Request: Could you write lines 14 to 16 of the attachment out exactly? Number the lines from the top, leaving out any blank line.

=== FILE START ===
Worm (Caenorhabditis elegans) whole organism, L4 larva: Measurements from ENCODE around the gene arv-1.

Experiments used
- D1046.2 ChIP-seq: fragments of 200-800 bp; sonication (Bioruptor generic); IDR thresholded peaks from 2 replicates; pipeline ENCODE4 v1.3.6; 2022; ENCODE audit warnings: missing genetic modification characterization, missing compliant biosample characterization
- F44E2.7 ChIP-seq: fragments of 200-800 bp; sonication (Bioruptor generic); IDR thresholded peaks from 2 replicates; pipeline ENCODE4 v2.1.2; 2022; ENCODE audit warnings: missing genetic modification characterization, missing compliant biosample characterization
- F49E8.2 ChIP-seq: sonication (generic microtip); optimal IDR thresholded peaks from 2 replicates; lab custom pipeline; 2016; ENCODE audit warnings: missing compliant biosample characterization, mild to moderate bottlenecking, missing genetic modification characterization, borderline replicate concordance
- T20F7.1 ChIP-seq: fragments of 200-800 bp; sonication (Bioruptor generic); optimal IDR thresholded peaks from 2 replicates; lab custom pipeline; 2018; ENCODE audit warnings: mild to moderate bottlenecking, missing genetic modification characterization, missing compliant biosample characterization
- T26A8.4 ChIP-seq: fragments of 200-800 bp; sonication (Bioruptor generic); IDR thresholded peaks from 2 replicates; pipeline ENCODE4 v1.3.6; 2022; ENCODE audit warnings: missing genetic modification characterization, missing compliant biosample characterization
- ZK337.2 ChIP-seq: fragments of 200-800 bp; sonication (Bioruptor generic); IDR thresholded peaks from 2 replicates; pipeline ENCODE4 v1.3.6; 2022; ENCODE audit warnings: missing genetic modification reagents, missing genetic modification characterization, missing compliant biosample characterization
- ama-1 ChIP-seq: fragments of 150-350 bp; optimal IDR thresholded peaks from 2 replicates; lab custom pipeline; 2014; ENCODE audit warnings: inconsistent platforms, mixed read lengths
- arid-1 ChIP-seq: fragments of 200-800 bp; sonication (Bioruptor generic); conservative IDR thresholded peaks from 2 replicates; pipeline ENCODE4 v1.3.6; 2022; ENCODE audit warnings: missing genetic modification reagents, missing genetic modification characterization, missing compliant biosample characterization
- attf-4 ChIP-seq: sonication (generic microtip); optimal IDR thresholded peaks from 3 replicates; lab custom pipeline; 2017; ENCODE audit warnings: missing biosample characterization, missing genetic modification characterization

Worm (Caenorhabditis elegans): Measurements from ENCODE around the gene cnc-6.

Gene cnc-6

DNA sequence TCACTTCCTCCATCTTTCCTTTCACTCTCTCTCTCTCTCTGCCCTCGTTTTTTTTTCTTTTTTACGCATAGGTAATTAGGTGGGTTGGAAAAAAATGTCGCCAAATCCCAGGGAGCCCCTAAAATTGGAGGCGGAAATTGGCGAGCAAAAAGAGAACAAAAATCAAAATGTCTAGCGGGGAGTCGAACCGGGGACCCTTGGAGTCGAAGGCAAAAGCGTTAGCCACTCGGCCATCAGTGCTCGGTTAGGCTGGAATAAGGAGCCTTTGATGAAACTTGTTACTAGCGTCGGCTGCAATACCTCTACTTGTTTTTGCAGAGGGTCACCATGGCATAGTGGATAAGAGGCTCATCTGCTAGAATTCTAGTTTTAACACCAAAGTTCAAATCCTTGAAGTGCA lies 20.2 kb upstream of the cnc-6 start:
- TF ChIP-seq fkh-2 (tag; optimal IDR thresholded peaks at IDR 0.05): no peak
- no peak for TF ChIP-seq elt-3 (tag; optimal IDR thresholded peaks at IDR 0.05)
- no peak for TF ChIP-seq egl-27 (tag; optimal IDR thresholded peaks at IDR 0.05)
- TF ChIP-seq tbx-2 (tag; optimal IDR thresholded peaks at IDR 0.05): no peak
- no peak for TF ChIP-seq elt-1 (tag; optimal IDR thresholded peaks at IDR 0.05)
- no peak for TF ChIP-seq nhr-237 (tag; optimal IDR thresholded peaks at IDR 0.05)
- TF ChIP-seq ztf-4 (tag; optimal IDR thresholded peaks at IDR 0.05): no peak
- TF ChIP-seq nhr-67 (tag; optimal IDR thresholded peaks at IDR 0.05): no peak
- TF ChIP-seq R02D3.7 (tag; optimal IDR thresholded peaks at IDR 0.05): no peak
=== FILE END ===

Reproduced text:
DNA sequence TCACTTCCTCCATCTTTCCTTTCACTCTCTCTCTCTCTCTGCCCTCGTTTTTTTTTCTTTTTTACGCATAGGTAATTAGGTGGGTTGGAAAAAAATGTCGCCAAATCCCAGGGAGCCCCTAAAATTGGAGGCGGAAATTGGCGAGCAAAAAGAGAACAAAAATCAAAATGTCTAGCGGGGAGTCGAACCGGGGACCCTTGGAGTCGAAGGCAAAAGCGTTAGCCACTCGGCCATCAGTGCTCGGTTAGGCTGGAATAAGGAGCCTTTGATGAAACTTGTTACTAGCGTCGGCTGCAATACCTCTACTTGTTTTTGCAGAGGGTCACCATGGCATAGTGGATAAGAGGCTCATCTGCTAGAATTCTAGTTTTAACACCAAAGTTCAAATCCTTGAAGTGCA lies 20.2 kb upstream of the cnc-6 start:
- TF ChIP-seq fkh-2 (tag; optimal IDR thresholded peaks at IDR 0.05): no peak
- no peak for TF ChIP-seq elt-3 (tag; optimal IDR thresholded peaks at IDR 0.05)